Medical service and facilities are of a high standard in Japan.

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Transportation
Taxi
Taxis can be convenient for intra-city transportation. To flag down a taxi, look for a red light in the lower right corner of the windshield as you face it. Any other color means the taxi is reserved or occupied. Passengers enter the back door on the left side, which the driver opens and closes automatically. If you are visiting someone's home or company, be sure to have its location on a map, as an address is not enough, given the complicated street layouts in the big cities. Tipping is not practiced. Pay only the metered fare.

Narita Express
If you land in Narita Airport and you know your hotel locates close to the JR Station, Narita Express is the easiest way to downtown. The trains bound for Tokyo JR Station, Shinjuku JR Station, Yokohama JR Station. If you have big heavy languages, I recommend to use Limousine instead. Your hotel may be far from the JR station with many stairs up and down.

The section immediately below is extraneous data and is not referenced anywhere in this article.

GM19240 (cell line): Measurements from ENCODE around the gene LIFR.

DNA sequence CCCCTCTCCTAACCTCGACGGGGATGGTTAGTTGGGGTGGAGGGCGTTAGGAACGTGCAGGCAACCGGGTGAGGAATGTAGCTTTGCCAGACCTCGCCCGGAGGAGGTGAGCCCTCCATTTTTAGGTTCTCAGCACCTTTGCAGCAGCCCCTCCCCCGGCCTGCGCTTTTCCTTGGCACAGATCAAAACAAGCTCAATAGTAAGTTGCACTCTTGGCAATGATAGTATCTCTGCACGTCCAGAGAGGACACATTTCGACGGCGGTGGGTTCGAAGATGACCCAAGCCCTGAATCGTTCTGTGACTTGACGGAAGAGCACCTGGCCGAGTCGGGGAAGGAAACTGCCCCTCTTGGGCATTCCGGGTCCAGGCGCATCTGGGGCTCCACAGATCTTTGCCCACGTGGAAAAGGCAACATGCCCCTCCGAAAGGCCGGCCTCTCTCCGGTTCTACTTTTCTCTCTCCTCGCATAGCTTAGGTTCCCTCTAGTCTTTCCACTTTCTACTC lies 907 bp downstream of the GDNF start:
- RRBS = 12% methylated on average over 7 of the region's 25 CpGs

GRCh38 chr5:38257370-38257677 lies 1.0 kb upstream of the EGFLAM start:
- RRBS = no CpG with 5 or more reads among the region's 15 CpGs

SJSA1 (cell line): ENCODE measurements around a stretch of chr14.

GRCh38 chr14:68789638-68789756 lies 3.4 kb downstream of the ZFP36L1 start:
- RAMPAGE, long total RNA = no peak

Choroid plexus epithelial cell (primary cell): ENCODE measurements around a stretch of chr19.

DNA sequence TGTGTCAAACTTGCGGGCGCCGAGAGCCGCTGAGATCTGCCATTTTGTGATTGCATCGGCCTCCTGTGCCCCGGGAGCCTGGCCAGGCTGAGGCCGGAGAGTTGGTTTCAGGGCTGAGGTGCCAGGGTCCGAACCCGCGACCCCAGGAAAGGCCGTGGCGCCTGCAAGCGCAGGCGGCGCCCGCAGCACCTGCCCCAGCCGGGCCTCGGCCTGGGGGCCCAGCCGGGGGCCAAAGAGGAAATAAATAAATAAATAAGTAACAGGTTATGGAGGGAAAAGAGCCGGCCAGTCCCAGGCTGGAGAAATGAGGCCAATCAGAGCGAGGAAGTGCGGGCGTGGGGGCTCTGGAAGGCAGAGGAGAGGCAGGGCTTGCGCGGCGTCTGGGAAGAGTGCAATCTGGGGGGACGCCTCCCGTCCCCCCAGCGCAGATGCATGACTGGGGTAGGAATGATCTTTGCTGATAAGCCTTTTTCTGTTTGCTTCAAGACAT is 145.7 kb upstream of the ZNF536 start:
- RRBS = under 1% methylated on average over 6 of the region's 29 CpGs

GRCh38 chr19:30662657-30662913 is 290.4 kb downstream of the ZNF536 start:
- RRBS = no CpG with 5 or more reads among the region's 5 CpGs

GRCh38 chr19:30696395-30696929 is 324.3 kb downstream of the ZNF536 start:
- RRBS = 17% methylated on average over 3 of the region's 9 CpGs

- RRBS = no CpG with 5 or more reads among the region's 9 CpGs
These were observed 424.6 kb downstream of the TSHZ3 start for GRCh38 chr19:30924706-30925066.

Train
There are three kinds of train systems in Japan. First one is JR, Japan Railways, used to be governmental operation and currently seven JR companies operates the train systems in the each region of Japan.
The second one is private company operations. Metropolitan area like Tokyo has several train companies. The third one is subway line. Tokyo, Yokohama, Nagoya, Sapporo, Osaka have subway lines and train runs downtown area of big cities.

Bus
Bus system is complicated- route, fare, and destination in Japanese. Since drivers don't speak English, a bus riding will be a big challenge for you.